At the consumer-facing level, it’s worth noting that a number of grocery stores have taken the decision to discontinue all sales of CBD-infused products. Nick Green, Co-founder and CEO of the online supermarket, Thrive Market, published a public letter on June 17, 2019, in which he stated, “We received a notice from our merchant processor demanding that we cease the sale of all hemp and CBD products on Thrive Market. We unfortunately have no choice but to comply.” He did, however, make sure to end his letter by saying, “We believe that ethical and sustainable hemp is another cause worth fighting for, so rest assured that we will be working behind the scenes to get hemp products back on Thrive Market. In fact, we're already in conversations with a new processing partner to try to make that happen.”

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Ambiguous Regulations and Nationwide Complaints

Confusion prevails. The Food Marketing Institute (FMI) submitted a comment to the FDA’s docket regarding products containing cannabis or cannabis-derived compounds. The document included the following statement:

“FMI respectfully urges FDA to move swiftly to provide guidance on a lawful pathway to market for hemp-derived CBD products in order to ensure such products meet applicable quality and labeling standards, as deemed appropriate by FDA. Furthermore, in addition to uniform quality and labeling standards, we also request consistency in enforcement across distribution channels.”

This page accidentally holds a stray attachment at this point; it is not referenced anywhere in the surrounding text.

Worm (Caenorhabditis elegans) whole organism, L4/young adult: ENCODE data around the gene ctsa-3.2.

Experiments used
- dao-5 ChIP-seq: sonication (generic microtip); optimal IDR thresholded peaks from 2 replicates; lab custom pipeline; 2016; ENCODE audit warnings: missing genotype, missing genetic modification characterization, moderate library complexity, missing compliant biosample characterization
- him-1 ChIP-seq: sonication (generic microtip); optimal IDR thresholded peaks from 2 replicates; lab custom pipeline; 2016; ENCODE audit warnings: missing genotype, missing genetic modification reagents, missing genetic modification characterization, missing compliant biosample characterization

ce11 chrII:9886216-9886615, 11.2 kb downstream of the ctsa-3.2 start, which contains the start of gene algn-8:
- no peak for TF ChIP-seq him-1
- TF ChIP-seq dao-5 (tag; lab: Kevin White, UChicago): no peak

On May 31st, the FDA held a public hearing on the subject of CBD products. Some considerable stakeholders, like the FMI, attended and manifested their concerns. Betsy Booren, Senior Vice-President of Science and Technology at the Grocery Manufacturers’ Association, attended the event and voiced her concerns accordingly, “As consumer interest for food, beverage, personal care, and household products containing cannabis and cannabis derivatives continues to grow, the necessity for national uniform regulatory frameworks that protect public health is of critical importance. The potential patchwork of laws at the state and local level will promote confusion among consumers.”

What the Future Holds

Up until now, it seems that the FDA has only sent out a number of warning letters to companies that have attributed health benefits to their products through marketing material. The concern raised by the FDA is that these health benefit claims could discourage patients from seeking professional medical assistance.

Even so, the fact remains that consumers are interested in trying CBD products, brands continue to manufacture them, and the FDA is, as of yet, unable to successfully and consistently regulate the industry nationwide. In an interview for The Atlantic, Esther Blessing, a researcher and psychiatry professor at New York University predicted that “getting into the full pipeline of FDA approval is probably eight to 10 years away.”

Right now, the CBD market is clearly attracting all sorts of players. What’s important is for authoritative bodies, like the FDA, to find ways of evening out the playing field and enforcing clarity across the board. It’s what consumers need in order to be able to trust in the consistent regulation and testing of all products available.

Jessica Mintz